When I talk with our state partners -- whether in meetings of the Association of Fish and Wildlife Agencies or at less-formal get-togethers to discuss the latest conservation news -- I can’t shake the image of Ben Franklin.
After the signing of the Declaration of Independence, Franklin said: “We must all hang together, or most assuredly, we shall all hang separately.”
He understood that for a revolution to succeed against monumental odds, cooperation and unity were imperative. With all the mind-boggling challenges facing conservation, a revolution is surely needed, and we cannot achieve success without unity.
So we come together at every opportunity to figure out innovative ways for us to cooperate and develop new solutions to problems like climate change, water scarcity or habitat fragmentation.
Sure, they have their own budgets, rules and duties. But when it comes down to it, we share a most-basic cause with our state partners –- the protection and restoration of our nation’s fish and wildlife heritage.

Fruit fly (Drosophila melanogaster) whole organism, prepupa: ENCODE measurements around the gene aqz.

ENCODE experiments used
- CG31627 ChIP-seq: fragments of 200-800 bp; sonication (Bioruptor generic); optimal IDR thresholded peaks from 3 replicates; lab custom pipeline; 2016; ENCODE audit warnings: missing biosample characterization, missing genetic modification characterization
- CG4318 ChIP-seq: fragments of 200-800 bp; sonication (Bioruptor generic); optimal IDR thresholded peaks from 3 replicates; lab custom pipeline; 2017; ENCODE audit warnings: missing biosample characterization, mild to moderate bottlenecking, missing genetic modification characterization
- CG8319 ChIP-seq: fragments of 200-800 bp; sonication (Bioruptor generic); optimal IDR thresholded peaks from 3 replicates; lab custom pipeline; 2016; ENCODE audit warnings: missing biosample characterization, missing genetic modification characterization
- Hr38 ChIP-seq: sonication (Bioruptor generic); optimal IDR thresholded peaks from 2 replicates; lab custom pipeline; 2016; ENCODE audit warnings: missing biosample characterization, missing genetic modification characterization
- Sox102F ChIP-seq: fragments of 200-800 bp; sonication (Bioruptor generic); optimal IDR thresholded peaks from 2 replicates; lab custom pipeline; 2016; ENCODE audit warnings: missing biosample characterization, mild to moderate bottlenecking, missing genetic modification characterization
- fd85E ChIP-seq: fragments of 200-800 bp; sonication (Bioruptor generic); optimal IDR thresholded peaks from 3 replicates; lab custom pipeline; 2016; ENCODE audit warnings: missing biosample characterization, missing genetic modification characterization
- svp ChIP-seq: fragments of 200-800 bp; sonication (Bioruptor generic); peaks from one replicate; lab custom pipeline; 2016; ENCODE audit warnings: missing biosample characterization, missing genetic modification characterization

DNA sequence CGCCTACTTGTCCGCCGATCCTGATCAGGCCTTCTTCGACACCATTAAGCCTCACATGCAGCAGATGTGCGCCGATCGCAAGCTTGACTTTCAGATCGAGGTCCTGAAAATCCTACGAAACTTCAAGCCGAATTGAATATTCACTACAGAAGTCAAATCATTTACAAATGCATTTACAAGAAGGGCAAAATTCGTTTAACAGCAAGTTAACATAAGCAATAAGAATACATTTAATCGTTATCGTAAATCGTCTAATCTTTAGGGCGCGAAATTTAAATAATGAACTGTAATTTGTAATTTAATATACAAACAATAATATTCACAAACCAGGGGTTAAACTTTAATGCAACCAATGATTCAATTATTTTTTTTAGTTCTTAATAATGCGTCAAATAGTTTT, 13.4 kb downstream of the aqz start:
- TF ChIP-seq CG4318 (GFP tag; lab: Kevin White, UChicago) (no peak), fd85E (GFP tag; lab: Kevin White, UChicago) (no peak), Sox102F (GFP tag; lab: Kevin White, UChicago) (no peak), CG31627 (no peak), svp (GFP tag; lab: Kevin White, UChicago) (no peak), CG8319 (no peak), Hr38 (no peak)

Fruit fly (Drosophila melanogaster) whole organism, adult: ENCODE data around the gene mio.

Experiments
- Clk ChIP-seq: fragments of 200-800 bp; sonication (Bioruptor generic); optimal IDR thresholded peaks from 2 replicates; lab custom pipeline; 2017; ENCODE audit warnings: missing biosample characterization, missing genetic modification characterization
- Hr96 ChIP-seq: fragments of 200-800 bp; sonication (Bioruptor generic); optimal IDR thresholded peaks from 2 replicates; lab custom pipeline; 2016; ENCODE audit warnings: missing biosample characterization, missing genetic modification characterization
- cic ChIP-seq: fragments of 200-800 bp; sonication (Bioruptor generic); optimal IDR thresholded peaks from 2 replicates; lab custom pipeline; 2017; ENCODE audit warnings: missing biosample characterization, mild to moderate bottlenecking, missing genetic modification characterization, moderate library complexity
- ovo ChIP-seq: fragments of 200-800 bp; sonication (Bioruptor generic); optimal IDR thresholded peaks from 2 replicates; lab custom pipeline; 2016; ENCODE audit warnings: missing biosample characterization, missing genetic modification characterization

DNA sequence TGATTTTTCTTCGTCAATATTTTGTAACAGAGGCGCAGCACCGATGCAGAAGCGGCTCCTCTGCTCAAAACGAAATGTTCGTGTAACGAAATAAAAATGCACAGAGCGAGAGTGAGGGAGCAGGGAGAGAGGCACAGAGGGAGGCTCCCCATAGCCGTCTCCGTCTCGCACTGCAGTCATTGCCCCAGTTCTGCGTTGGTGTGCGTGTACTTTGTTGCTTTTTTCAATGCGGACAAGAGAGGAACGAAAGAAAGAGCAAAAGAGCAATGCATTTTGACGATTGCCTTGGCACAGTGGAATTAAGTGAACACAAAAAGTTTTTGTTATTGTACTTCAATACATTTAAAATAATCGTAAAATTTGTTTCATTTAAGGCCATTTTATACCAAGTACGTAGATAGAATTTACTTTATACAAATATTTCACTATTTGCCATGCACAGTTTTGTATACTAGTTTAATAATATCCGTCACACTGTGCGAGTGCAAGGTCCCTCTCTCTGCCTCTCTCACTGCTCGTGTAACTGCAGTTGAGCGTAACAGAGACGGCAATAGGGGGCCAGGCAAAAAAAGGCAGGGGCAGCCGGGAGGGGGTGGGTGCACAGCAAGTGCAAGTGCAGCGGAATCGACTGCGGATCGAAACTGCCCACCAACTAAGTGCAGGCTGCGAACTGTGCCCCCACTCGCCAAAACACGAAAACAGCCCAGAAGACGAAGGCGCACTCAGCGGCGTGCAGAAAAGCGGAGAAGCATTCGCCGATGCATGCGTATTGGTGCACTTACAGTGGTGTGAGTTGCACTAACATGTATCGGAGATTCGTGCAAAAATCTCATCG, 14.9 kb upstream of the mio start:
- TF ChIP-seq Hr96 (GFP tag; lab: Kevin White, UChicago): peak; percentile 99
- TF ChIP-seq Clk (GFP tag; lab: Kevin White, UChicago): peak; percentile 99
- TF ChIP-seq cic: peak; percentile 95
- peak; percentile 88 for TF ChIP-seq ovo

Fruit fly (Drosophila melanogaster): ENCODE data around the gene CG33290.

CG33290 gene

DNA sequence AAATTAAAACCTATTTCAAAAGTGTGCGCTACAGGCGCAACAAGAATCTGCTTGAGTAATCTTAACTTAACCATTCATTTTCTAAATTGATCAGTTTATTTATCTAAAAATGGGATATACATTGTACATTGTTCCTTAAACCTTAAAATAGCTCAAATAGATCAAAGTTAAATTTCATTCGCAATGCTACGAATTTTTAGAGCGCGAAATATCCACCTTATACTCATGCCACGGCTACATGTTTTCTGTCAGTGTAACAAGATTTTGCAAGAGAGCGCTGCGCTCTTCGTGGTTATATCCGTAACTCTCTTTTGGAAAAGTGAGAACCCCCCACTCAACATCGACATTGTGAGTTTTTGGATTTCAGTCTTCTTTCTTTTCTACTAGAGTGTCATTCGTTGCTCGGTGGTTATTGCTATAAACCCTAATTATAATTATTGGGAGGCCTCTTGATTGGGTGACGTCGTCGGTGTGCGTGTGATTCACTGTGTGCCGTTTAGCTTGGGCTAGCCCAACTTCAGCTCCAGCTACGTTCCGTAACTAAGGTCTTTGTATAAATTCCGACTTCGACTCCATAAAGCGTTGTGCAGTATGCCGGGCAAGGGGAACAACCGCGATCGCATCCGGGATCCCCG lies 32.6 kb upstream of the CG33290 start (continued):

We might be able to explain our differences, but I know that neither the American public nor the fish and wildlife resources we manage cares a bit about what’s a federal role and what’s a state one.
We can’t afford to either.
These are tough times for conservation. Many state agency budgets have been drastically reduced, while others are under enormous pressure. At the federal level, we face the prospect of significant cuts to essential conservation programs -– including those benefiting state conservation efforts.
We must work together and we are. Conservation efforts for the greater-sage grouse, the New England cottontail, the Apache trout and many species involve the U.S. Fish and Wildlife Service, our state partners, tribes and other interested parties.
In his book Poor Richard’s Almanac, Franklin wrote, “When the well’s dry, we know the worth of water.” The country has realized the worth of native fish and wildlife, it is up to all of us -– the Service, the states, everyone -– to work together and ensure the well never runs dry.